Tinnitus is the sensation of hearing ringing or buzzing in the ears. It is often the result of an underlying condition or a medication’s side effect. It can also be caused by age-related hearing loss, ear injury, or a circulatory problem. While ringing in the ears is not harmful, it can be a very irritating symptom.
Tinnitus has also been quite difficult to remedy, with the condition not being fully understood and having no definitive treatment.
Looking beyond the ears
New research from the University of Illinois aims to change our scientific understanding of tinnitus. They have discovered that the condition is associated with changes in the brain, not just in structures within the ear. They believe that tinnitus causes the brain to stay more at attentive and less at rest.
“Tinnitus is invisible. It cannot be measured by any device we have, the way we can measure diabetes or hypertension. So you can have this constant sound in your head, but nobody else can hear it and they may not believe you. They may think it’s all in your imagination. Medically, we can only manage some symptoms, not cure it, because we don’t understand what’s causing it,” said study leader Fatima Husain, a professor of speech and hearing science at the University of Illinois.
Not having the tools to definitively diagnosis tinnitus has made treating the condition a challenge. Tinnitus may present differently from patient to patient and potentially have entirely different causes and severity, leading to inconsistent study results.
Creating a baseline for all tinnitus sufferers
The results of this study not only help to diagnose the condition, but also allows it to be treated in a more streamlined fashion.
Through the use of an MRI, the researchers were able to isolate a region of the brain, called the precuneus, that seems to be directly involved in the development of tinnitus symptoms.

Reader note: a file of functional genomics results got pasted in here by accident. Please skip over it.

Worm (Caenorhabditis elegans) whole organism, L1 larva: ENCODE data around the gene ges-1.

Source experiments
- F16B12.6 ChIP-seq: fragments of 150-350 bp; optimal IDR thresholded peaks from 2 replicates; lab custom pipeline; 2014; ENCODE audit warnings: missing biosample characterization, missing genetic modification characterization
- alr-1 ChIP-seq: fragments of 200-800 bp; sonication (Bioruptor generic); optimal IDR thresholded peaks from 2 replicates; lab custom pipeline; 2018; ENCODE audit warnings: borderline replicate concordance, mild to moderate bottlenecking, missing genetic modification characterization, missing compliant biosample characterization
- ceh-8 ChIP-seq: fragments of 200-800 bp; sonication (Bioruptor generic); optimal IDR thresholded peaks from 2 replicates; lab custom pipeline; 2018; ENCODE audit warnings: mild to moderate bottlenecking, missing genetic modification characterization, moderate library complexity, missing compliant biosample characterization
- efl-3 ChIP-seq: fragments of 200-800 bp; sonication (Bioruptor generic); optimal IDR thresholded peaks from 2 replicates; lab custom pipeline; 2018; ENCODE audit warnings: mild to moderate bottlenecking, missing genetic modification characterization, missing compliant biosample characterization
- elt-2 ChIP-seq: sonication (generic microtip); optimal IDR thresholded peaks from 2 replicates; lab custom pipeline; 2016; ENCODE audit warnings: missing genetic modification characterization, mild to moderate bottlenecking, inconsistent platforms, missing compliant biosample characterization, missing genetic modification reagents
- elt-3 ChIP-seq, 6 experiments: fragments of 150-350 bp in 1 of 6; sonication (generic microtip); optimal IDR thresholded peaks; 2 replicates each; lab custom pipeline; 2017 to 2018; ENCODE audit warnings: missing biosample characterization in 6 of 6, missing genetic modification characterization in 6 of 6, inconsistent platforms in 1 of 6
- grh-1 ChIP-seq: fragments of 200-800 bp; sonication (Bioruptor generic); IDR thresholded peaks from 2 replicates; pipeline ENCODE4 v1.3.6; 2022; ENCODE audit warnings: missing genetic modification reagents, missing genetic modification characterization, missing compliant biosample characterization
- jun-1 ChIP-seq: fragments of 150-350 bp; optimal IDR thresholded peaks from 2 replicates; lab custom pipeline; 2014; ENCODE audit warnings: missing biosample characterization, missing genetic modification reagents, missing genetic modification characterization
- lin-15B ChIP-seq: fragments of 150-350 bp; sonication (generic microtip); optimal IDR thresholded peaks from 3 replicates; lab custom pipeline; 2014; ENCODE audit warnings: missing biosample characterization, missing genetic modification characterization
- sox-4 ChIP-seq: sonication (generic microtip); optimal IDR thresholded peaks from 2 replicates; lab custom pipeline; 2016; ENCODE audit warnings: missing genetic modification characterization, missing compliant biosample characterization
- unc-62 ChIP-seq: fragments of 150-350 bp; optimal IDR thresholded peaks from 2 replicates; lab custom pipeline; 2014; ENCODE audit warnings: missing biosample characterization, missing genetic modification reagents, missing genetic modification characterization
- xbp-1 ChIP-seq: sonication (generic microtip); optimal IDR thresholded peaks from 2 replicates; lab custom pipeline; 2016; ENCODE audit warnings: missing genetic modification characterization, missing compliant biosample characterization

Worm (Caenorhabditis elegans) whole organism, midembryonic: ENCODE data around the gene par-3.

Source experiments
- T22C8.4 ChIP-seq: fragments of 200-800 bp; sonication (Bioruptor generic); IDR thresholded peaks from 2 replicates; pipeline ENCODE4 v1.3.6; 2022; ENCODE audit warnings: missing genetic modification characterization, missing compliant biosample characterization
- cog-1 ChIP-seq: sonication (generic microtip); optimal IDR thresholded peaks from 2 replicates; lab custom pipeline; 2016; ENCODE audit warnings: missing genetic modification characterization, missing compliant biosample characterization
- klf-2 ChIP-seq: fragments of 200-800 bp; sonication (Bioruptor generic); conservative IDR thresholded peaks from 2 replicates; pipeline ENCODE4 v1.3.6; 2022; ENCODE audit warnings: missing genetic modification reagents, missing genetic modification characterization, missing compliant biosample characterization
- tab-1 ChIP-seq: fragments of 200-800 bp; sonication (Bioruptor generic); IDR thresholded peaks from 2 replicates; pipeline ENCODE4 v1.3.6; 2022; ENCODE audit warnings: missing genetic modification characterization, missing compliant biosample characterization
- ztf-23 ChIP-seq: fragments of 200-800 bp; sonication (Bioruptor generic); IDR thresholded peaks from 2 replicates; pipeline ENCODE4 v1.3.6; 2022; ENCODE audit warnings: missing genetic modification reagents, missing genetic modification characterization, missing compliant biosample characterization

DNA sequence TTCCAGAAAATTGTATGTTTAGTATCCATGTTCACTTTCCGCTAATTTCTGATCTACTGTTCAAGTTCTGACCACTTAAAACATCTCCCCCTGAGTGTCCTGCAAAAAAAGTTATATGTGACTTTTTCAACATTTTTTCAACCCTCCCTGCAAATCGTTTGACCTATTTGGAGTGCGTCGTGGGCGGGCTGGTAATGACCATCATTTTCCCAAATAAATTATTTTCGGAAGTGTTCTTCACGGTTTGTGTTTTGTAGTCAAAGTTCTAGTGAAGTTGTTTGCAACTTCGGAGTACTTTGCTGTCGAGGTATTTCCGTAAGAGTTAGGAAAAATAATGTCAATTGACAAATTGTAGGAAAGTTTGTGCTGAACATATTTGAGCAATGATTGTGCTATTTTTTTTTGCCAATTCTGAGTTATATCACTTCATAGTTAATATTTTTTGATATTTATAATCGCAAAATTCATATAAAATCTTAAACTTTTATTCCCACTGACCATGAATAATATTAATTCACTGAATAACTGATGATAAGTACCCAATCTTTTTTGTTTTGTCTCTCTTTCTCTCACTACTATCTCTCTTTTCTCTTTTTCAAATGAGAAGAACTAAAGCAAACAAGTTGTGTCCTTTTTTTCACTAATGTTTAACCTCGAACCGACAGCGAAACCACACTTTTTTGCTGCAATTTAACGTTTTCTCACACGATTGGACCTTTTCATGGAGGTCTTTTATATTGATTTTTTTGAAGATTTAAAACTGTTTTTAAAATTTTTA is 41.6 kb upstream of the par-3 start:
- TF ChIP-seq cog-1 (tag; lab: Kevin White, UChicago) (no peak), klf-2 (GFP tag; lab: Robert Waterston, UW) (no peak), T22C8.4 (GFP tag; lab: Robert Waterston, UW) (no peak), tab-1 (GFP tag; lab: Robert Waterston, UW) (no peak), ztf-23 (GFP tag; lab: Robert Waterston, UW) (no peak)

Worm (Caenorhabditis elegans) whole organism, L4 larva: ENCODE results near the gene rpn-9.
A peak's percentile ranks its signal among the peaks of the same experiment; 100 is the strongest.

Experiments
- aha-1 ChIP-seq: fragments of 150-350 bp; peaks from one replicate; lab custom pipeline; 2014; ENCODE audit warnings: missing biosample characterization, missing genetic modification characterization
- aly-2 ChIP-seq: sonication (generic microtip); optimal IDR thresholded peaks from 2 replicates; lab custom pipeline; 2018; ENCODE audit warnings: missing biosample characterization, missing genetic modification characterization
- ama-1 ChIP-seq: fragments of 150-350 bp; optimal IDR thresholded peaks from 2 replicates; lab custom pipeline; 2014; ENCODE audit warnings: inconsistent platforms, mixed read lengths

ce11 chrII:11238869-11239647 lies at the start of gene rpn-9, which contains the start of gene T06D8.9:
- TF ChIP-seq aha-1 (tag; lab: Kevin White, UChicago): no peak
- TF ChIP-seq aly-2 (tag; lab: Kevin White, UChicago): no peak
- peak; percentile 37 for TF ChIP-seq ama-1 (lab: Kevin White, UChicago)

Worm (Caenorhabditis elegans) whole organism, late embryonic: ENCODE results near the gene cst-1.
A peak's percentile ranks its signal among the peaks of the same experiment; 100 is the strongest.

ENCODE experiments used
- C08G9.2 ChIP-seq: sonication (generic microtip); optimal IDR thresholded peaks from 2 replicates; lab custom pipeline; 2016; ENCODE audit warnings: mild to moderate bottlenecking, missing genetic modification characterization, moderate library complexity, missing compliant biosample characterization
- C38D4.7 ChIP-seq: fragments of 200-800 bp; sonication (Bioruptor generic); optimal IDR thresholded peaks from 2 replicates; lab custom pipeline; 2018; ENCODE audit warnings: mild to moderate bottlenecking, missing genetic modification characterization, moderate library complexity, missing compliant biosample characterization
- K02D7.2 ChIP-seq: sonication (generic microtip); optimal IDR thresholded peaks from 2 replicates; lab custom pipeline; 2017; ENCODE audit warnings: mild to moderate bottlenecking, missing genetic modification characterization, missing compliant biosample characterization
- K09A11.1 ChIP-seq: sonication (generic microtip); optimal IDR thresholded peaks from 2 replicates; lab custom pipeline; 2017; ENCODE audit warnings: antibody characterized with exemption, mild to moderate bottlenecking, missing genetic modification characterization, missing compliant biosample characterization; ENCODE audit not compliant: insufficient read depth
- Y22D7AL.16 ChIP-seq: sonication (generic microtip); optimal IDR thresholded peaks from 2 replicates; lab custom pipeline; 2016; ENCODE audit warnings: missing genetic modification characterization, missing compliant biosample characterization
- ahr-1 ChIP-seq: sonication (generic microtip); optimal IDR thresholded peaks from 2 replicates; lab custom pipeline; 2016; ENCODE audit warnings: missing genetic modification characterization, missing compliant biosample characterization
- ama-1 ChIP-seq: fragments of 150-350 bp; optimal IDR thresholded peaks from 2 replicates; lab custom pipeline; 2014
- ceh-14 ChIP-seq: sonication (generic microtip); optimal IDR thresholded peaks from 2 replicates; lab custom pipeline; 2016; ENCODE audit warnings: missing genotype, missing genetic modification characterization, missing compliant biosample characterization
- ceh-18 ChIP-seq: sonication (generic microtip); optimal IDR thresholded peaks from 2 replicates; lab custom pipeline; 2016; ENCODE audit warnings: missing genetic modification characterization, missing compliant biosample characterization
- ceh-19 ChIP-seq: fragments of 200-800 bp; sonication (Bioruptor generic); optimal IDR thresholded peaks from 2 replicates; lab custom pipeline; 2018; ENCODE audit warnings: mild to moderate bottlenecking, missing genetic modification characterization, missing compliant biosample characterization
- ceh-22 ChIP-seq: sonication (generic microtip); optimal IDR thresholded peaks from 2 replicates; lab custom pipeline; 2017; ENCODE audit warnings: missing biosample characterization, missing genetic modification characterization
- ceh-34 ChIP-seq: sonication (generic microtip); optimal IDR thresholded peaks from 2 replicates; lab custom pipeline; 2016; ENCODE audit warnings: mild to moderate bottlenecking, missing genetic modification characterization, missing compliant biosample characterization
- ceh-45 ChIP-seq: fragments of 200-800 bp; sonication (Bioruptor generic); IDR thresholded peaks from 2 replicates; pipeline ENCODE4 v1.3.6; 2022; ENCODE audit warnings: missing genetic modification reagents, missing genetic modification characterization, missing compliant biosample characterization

This structure of the brain is connected to two inversely related brain networks—the dorsal attention network and the default mode network. The former is responsible for holding a person’s attention when needed, and the latter handles “background” functions of the brain when a person is at rest.
Brain regions seem to play a role
These two regions were seen to work in tandem. When one is on, the other is off. Those suffering from tinnitus seem to have an abnormality in these brain regions. Chronic sufferers were found to have more connections to the dorsal attention network and less to the default mode network. The severity of tinnitus symptoms was related to an increase in the overall effect of the neural networks.
“For patients, this is validating. Here is something related to tinnitus which is objective and invariant. It also implies that tinnitus patients are not truly at rest, even when resting. This could explain why many report being tired more often. Additionally, their attention may be engaged more with their tinnitus than necessary, and that may lessen their attention to other things. If you have bothersome tinnitus, this may be why you have concentration issues,” Husain said.
However, the researchers mention that those with recent-onset tinnitus did not show differences in precuneus connectivity. It is not known if they will develop these neural connections later on.
While more research is needed to find the precise origins of tinnitus, the researchers hope their findings will contribute to future studies and treatments plans for tinnitus.